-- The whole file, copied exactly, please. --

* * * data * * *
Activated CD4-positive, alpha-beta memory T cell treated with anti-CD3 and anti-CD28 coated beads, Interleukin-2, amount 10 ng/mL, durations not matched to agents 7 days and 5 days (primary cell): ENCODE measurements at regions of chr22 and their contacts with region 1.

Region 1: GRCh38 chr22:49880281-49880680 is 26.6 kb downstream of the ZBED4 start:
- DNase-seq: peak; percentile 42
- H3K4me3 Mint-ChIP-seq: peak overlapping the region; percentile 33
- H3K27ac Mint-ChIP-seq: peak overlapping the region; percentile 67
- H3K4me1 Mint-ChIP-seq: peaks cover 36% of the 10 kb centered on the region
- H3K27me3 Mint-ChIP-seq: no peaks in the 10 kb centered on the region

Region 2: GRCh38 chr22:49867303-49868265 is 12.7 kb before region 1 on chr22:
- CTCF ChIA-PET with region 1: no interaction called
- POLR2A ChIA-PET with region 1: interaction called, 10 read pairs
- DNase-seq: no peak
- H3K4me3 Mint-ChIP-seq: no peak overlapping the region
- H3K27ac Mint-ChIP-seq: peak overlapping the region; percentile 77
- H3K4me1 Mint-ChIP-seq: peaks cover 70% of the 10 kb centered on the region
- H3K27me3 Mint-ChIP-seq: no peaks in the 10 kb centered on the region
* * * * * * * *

Activated CD4-positive, alpha-beta memory T cell treated with anti-CD3 and anti-CD28 coated beads, Interleukin-2, amount 10 ng/mL, durations not matched to agents 7 days and 5 days (primary cell): ENCODE measurements at regions of chr22 and their contacts with region 1.

Region 1: GRCh38 chr22:49880281-49880680 is 26.6 kb downstream of the ZBED4 start:
- DNase-seq: peak; percentile 42
- H3K4me3 Mint-ChIP-seq: peak overlapping the region; percentile 33
- H3K27ac Mint-ChIP-seq: peak overlapping the region; percentile 67
- H3K4me1 Mint-ChIP-seq: peaks cover 36% of the 10 kb centered on the region
- H3K27me3 Mint-ChIP-seq: no peaks in the 10 kb centered on the region

Region 2: GRCh38 chr22:49867303-49868265 is 12.7 kb before region 1 on chr22:
- CTCF ChIA-PET with region 1: no interaction called
- POLR2A ChIA-PET with region 1: interaction called, 10 read pairs
- DNase-seq: no peak
- H3K4me3 Mint-ChIP-seq: no peak overlapping the region
- H3K27ac Mint-ChIP-seq: peak overlapping the region; percentile 77
- H3K4me1 Mint-ChIP-seq: peaks cover 70% of the 10 kb centered on the region
- H3K27me3 Mint-ChIP-seq: no peaks in the 10 kb centered on the region